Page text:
Home > Europe, Politics > PIIGS: Shadow Boxing with Ireland

PIIGS: Shadow Boxing with Ireland


Ireland is all setup to take a bailout from the IMF in return for their sovereignty. Portugal is nearly ready to do the same. Why now? Why Ireland? It’s because they want to round up the low-hanging and shocking fruit.

Previously, I mentioned how they were downgrading all but Italy, and why. Now they reckon it’s time to bring home the bacon – and not a moment too soon. The IMF and the Eurobank are running a ponzi scheme and they are about to run out of capital, so they need more capital. Spain is the only stable provider of free capital other than Deutsche Bank in the EU, and Deutsche Bank is starting to talk about things like “rules” and “collateral” and “can you pay this back” – the IMF doesn’t want to hear about that.

Spain is on the verge of economic collapse at the moment. Their only industry that makes money – since “green jobs” flopped and took a huge portion of their market with it – are their banks. However, their banks are mainly supported by outstanding liabilities, which after all the fluff are no more than promises. Well, they have a lot of promises coming due from the Greek bailout and they haven’t collected much of anything. How are they going to keep this scheme afloat?

They do it just like Bernie Madhoff – they get more people into the game. In this case: Ireland. Ireland needs EUD 200bn and Spain needs to lend 178bn. That’s just right! However, they need more than that since all of Greece is going to come due by the end of Q2 2011. Therefore, they will also bailout Portugal. After that (end of 2011; early 2012), they are screwed. There will be nobody else that will take a bailout. They don’t want to bailout Italy because they know that corruption is a time-honored tradition in Italy and they don’t have the raw know-how to outfox the Italians on the corruption front.

The Kicker:

This isn’t really about bailouts. Every time they offer one they demand cuts to welfare and pensions (austerity) and the Unions freak out and riot (like in France and this is expected to happen in Ireland too). The riots are just a distraction  related to the cuts. If they just did the cuts, then a bailout would be unnecessary. If they heavily deregulated (which goes hand-in-hand with cuts) then they would have an economic boom.

The real issue is that these countries are losing their sovereignty.

My big prediction for Q4 2011:
The EuroBank and Spain will declare insolvency after Greece defaults (destroying the EUR). Germany will split off from the EU and go back to the Deutsche Mark. The EU will shatter except for the few countries that were solely living off of the teat of Germany, France and UK. France will say “merci” and will also drop out of the EU. The UK will stay in for a short while because they like paperwork and they also like making painful things last longer (if you don’t believe me, walk along the Thames from Black Friars Bridge to the Tower of London and count how many times you go up stairs only to go down stairs – or how often you slope down only to slope up. They could make it level, but they don’t).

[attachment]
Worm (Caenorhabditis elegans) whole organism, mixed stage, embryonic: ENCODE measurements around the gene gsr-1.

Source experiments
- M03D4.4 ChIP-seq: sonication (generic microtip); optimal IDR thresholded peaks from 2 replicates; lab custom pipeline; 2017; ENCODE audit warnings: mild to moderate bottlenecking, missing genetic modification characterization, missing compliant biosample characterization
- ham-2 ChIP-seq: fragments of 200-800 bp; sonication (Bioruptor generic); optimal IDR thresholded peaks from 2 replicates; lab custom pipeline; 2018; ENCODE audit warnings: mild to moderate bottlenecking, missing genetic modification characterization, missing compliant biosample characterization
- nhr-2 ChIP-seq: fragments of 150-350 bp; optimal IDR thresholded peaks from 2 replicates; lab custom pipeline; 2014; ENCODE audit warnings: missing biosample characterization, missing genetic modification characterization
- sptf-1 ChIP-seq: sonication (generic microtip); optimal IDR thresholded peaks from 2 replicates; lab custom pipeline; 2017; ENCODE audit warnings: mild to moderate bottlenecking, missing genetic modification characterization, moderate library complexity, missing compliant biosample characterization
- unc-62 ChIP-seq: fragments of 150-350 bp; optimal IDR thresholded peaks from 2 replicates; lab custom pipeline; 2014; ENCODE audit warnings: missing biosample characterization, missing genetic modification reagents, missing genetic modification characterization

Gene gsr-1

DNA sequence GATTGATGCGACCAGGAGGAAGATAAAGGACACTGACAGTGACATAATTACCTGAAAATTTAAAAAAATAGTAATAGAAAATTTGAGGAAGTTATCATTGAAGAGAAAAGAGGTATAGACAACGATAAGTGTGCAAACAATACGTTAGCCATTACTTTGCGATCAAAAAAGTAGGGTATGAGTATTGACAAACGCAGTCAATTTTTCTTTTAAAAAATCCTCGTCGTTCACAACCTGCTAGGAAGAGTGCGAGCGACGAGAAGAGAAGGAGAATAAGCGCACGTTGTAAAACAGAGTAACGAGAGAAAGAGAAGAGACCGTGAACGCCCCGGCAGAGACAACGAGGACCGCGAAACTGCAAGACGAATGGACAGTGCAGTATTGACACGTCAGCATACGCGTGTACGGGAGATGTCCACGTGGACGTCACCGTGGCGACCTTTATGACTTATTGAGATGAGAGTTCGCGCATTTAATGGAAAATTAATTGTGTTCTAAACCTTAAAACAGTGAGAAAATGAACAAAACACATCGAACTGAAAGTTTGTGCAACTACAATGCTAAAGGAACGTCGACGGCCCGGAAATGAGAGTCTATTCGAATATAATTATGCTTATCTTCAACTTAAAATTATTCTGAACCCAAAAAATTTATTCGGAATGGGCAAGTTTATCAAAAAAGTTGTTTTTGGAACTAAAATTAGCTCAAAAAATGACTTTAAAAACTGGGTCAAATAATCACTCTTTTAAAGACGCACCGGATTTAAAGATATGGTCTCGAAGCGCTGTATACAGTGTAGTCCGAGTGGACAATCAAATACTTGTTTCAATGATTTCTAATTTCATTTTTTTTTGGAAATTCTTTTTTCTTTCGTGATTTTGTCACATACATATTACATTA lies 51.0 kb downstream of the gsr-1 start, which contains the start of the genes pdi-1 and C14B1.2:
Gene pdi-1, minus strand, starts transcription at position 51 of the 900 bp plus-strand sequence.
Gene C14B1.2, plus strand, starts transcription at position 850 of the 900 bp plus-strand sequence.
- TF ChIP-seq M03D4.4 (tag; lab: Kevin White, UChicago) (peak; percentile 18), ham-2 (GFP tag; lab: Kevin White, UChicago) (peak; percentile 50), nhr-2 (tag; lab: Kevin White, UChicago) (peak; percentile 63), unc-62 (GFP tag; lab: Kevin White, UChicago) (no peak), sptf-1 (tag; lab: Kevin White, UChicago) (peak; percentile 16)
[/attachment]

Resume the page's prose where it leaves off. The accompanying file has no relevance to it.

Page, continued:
This will aid in devaluing the USD further. The markets in the US will become comparable to the markets in Asia now. China will tank once the US finally admits that we can’t afford to have them make us stuff anymore and there is no more innovation pouring in there. They’ll still catch up to where we are now, but more slowly since the influx of new capital to pay for it won’t exist anymore. The US informal economy (notably the Black Market) will grow A LOT. The US right now is facing a really big problem regarding North Korea. I’m not sure if South Korea is ready to whoop Kim’s ass by themselves or not. I hope they are, because we can’t afford to do much to help them.

I have no guesses as to what will happen beyond that at this time… maybe civil war in one or more major countries, maybe a reversal of stupid regulative controls. The former would be really, really bad; the latter would spur a new economic boom for the whole world.

Categories: Europe, Politics
  1. No comments yet.
  1. No trackbacks yet.

Leave a Reply

Fill in your details below or click an icon to log in:

WordPress.com Logo

You are commenting using your WordPress.com account. Log Out /  Change )

Google+ photo

You are commenting using your Google+ account. Log Out /  Change )

Twitter picture

You are commenting using your Twitter account. Log Out /  Change )

Facebook photo

You are commenting using your Facebook account. Log Out /  Change )


Connecting to %s

%d bloggers like this: